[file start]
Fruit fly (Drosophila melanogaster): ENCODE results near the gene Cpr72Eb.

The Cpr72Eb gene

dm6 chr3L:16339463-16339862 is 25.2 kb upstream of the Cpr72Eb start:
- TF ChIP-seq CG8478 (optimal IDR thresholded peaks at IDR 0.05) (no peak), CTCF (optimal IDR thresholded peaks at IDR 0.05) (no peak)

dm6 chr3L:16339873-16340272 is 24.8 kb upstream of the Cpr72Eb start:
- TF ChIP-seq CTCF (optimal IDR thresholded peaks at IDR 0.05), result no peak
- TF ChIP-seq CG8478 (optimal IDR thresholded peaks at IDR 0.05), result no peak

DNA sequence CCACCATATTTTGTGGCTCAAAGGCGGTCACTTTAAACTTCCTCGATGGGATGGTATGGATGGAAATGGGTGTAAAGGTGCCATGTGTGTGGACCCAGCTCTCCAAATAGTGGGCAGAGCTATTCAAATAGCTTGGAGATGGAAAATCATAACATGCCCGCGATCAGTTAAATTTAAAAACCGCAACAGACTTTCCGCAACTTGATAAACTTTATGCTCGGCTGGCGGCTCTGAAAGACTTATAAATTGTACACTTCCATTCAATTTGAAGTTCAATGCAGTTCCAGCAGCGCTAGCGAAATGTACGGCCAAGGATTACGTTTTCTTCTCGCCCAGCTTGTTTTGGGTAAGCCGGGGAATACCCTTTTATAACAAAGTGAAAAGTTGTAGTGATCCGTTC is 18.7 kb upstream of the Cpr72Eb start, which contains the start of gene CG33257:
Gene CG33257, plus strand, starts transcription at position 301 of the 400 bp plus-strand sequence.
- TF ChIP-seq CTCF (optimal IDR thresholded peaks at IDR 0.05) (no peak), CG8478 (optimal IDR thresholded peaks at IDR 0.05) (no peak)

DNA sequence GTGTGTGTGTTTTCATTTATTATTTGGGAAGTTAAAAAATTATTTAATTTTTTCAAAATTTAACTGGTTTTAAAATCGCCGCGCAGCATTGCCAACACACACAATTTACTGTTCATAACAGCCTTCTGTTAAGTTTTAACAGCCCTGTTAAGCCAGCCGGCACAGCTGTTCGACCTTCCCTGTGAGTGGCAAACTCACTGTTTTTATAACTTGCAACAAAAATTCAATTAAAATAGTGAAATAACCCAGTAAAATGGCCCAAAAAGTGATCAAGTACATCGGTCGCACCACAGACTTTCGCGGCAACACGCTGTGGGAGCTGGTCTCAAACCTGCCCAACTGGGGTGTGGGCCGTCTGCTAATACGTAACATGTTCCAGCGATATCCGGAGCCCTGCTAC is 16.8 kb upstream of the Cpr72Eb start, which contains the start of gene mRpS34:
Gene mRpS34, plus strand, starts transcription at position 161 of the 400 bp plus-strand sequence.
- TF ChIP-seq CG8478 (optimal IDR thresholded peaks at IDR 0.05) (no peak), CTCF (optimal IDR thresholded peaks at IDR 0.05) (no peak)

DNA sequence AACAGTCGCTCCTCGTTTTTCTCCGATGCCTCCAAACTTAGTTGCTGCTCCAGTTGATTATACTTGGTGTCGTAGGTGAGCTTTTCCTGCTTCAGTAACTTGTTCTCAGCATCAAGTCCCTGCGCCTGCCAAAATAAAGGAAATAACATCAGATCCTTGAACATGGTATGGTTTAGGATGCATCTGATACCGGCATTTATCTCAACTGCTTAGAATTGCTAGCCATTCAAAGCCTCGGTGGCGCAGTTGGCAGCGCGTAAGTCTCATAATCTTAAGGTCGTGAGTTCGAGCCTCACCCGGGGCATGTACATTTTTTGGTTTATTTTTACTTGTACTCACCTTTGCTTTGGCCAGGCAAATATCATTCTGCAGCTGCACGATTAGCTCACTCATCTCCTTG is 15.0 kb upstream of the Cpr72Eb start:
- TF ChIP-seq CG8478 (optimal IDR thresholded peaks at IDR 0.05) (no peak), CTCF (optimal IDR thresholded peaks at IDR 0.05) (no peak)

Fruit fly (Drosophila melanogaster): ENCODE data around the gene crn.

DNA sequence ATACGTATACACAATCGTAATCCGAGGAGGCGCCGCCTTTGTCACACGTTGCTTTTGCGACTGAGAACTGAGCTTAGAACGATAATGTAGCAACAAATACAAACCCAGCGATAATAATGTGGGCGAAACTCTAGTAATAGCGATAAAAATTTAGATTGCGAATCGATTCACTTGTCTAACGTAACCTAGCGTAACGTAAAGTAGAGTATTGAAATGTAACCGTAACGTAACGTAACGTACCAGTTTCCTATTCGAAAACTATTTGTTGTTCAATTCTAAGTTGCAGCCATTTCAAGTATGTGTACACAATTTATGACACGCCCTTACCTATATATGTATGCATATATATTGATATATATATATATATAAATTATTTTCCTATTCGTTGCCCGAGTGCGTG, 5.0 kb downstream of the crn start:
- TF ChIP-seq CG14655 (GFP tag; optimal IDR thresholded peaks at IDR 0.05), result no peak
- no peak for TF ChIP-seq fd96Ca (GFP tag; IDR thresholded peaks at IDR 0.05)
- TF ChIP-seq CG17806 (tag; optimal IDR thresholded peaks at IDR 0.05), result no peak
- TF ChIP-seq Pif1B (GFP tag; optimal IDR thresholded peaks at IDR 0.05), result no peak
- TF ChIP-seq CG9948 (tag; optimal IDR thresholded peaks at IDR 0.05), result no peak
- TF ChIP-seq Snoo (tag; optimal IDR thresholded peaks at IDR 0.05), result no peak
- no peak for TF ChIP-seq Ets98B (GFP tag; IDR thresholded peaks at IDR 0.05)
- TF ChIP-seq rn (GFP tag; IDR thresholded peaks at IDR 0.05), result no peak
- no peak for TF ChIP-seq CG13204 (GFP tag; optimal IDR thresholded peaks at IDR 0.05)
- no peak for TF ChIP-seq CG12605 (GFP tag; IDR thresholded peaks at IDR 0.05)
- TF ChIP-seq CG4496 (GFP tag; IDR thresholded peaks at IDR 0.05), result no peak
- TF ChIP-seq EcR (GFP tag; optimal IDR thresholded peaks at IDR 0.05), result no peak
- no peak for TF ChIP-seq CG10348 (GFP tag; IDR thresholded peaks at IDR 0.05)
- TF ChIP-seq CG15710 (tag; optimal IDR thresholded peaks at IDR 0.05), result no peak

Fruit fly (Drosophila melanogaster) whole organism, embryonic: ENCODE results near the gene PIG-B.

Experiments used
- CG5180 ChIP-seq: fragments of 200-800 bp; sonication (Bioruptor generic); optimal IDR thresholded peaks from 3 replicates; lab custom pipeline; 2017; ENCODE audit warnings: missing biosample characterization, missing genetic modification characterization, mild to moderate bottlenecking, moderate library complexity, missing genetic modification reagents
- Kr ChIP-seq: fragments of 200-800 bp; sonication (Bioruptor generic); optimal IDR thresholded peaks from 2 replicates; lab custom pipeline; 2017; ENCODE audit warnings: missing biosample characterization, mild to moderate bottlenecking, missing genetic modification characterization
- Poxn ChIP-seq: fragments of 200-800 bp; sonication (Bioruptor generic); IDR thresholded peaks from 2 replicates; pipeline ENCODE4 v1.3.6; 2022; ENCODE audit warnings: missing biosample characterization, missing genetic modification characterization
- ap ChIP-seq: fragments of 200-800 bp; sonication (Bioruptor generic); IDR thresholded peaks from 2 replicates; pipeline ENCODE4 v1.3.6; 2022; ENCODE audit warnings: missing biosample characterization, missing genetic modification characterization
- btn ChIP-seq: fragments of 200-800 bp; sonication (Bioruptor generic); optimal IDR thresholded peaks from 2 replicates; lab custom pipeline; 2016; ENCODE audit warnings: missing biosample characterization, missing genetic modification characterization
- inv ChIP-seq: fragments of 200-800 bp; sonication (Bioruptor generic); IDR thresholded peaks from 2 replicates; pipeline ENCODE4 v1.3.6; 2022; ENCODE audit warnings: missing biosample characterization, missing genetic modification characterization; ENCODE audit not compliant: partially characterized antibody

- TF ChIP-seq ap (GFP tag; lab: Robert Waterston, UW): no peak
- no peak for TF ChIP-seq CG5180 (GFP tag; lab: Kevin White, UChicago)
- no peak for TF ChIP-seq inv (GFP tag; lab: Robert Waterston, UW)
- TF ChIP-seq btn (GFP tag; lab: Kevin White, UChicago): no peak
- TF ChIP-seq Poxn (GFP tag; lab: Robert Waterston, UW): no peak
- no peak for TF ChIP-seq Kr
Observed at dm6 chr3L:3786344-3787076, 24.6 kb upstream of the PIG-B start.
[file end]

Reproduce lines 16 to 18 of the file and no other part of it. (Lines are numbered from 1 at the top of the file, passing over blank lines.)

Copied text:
Fruit fly (Drosophila melanogaster): ENCODE data around the gene crn.

DNA sequence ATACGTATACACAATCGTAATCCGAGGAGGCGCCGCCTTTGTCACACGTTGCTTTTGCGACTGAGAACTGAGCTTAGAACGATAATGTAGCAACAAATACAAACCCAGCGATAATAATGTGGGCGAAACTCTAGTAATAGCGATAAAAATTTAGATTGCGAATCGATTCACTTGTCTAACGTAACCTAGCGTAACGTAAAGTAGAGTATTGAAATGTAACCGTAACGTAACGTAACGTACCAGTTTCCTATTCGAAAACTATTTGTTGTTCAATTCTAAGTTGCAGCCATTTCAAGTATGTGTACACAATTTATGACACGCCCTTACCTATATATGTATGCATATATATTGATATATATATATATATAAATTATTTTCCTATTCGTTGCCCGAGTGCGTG, 5.0 kb downstream of the crn start:
- TF ChIP-seq CG14655 (GFP tag; optimal IDR thresholded peaks at IDR 0.05), result no peak